[email protected]Braving an Art Gallery with Little Ones

Beginning piano lessons from a professional piano player, part 2

Simple Piano

We finally got a full sized keyboard for our home, so in addition to watching my children get piano lessons from their professional-keyboard-player-daddy, last night I sat down to tickle the ivories myself.  It’s been a long time!

My fingers vaguely remembered the scales I learned as a kid, and then I began to put into practice what Elise has been learning

LauriBeginning piano lessons from a professional piano player, part 2

Downtown Story Time, our favorite!

Downtown puppets

Libraries are wonderful.  In particular, the Nashville Public Library system is fantastic.  If you ever come to Nashville, come visit our downtown library: grand architecture, vast volumes, serene study rooms and cozy reading corners.  And perhaps best of all: a delightful children’s section, complete with a puppet theater, craft rooms, and the best story hour I’ve ever seen.  

Most story-hours are a sweet children’s librarian singing a few songs and reading several stories.  This story time includes these elements, but incorporates them into an amazing, interactive show.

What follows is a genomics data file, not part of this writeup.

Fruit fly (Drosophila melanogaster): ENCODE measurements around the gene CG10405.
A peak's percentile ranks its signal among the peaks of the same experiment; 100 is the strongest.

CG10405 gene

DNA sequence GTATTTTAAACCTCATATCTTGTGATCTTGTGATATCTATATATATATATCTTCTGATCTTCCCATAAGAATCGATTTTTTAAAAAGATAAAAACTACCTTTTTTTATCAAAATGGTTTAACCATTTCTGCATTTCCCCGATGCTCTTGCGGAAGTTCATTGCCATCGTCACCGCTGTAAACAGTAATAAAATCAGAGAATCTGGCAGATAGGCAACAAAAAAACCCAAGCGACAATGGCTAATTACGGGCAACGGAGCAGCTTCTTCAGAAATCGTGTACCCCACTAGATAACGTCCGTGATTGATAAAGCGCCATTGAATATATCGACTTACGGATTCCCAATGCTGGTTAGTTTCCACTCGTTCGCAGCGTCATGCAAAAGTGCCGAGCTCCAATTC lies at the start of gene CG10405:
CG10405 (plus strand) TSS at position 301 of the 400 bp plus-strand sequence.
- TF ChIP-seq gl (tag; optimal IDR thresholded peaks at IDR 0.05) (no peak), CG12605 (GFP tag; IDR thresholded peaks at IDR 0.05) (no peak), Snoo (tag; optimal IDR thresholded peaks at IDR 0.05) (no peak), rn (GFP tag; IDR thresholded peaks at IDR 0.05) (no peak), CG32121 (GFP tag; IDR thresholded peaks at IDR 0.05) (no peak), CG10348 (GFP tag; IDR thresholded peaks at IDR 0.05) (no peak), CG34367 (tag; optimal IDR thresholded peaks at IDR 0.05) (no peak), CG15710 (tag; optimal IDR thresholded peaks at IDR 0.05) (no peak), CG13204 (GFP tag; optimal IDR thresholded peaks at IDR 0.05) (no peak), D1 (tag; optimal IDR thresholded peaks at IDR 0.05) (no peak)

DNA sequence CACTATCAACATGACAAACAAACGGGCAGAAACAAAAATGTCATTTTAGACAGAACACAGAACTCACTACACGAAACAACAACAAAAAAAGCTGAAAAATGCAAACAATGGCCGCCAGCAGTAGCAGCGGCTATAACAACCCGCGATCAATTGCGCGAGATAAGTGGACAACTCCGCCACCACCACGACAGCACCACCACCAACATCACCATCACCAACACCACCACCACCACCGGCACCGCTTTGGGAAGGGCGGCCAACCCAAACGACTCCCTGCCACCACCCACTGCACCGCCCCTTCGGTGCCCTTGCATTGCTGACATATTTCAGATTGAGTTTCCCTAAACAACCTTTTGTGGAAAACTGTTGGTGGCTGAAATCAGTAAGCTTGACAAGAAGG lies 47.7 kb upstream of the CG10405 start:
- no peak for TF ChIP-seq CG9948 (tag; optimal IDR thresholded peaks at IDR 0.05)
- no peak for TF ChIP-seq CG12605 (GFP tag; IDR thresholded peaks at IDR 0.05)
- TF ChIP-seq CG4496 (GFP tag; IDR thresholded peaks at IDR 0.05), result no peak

LauriDowntown Story Time, our favorite!

Beginning Piano Lessons from a Professional Piano Player

Piano Kid

I’ve been spying on the piano lessons that my professional musician husband gives our four-year-old. At that age, it’s tricky to know what to teach them that will enable musical exploration and not the wretched plunking out of “Hot Cross Buns” over and over! So he taught her about thirds, how, using only white notes, if you play two notes together, skipping the one between them, that is a Third. Then by stacking thirds, you build chords!  She doesn’t quite understand what chords she’s playing yet, but pleasant sounds emanate from her miniature piano as she experiments. He is simultaneously teaching her the Nashville Number system. What is the Nashville Number system?  It’s the method of charting and reading music that studio musicians in Music City use.  When you show up at a session to track a record, or to a gig playing live music, you must be prepared to change keys at a moment’s notice.  So musicians here call chords by their number, rather than their letter name.  [That way they don’t have to re-write their music to reflect a change, they just jot a note at the top. They don’t have to officially transpose music, they just play those chord numbers in the new key!] Let’s say we’re playing only the white notes on the piano, which puts us in the key of C. There are 7 different notes in a major scale and then you land back at the first (an octave higher).  So if you start …

LauriBeginning Piano Lessons from a Professional Piano Player

Early Reading Basics Part 1

reading girl

It can be tricky working with a beginning reader, especially considering that you probably don’t remember learning to read, and even if you do, it was a long time ago! So how are you supposed to know how to coach your kindergartener with their reading? (much less to teach them to read before kindergarten!) Encouraging them to “sound it out, honey” only feels so helpful.

Talking with another mom recently I saw a gap: unless you were a teacher, it can feel quite daunting to teach your child to read. But it doesn’t have to be. Here are some tips.

LauriEarly Reading Basics Part 1